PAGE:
CEO Carter Cast says traffic and sales on the site increased 10-percent since the relaunch on Oct. 24. The world's largest retailer expects 279 million visits online from Nov. 1 through the end of the year, and estimates a 40 percent jump to 700 million for 2006, compared with 2005.
“We’re seeing a better conversion rates from visits to purchases,” Cast says, attributing the increase in traffic and sales to the newly redesigned Wal-Mart Stores Inc. Web site, as well as fast selling electronic gadgets, such as Apple Computer Inc.'s iPod and Microsoft Corp.’s Zune.
Cast believes the hot selling holiday items for the year that will contribute to the increase are Blu-ray HD players, video game consoles like Sony’s PlayStation 3 and Nintendo’s Wii, global positioning systems (GPS), Philips’ flat-screen TVs, Fisher-Price’s Elmo, and Lego’s Mindstorms NXT.
Interactive links and larger images now give consumers a method to visualize the layout for an entire room of electronic equipment, such as TVs and speakers, for example.
The site also has buying guides linking to CNET
product reviews that can help consumers choose the perfect electronic gadgets, from Apple’s iPod
to Microsoft’s Zune.
With more than $30 billion in online spending expected this holiday season, Walmart.com and other retailers are trying to get shoppers to turn on their computers, rather than hit the malls ahead of Cyber Monday, the day after the Thanksgiving weekend.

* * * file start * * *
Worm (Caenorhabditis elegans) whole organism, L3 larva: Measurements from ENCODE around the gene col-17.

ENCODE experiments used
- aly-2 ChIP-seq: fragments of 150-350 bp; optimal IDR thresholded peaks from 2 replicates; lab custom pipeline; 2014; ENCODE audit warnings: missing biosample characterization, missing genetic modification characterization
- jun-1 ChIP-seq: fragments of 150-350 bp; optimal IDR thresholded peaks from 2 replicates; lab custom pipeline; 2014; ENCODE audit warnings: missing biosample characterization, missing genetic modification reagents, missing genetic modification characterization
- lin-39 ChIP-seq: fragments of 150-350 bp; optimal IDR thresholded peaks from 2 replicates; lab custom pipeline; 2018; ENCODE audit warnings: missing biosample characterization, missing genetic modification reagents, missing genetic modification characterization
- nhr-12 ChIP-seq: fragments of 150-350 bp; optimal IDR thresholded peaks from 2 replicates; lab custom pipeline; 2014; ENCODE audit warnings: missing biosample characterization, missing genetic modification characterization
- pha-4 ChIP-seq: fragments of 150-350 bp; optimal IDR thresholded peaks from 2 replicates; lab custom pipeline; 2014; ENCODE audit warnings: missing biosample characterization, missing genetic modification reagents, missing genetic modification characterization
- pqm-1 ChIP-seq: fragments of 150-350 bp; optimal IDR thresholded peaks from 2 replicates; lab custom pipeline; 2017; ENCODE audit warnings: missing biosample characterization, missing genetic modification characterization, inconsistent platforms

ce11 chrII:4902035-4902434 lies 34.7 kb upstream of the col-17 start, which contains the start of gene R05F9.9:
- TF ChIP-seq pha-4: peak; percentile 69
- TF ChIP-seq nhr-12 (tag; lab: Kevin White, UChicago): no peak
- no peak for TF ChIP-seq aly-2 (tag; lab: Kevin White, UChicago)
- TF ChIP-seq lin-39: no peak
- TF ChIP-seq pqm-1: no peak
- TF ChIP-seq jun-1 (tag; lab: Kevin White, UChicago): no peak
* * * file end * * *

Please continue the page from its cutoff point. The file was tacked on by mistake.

Cyber Monday was the second biggest shopping day in 2005, according to the Shop.org
and Shopzilla eHoliday Mood Study. Findings revealed that 63.4 percent of retailers who participated in the study experienced “substantial growth” on Cyber Monday, and 32.6 percent indicated sales rose more than 30 percent from the previous year.
Retailers say Dec. 12, 2005, was the busiest online shopping day for the year. Many view Cyber Monday as the online equivalent to “Black Friday,” the day after Thanksgiving, which officially kicks off the holiday shopping season.
Walmart.com may have added bells and whistles to revamp the site, but consumers won't have an option this year to buy and download digital movies. Cast says the retailer is evaluating the service.
“There are no imminent plans to offer the service,” Cast says. “As you know, movie files are large, and different portable MP3 devices like the iPod and the Zune, work well with music, but I think there will have to be some technological advancements in compression technology, as well as a device that gets it to the TV before movies on portable devices really catch on.”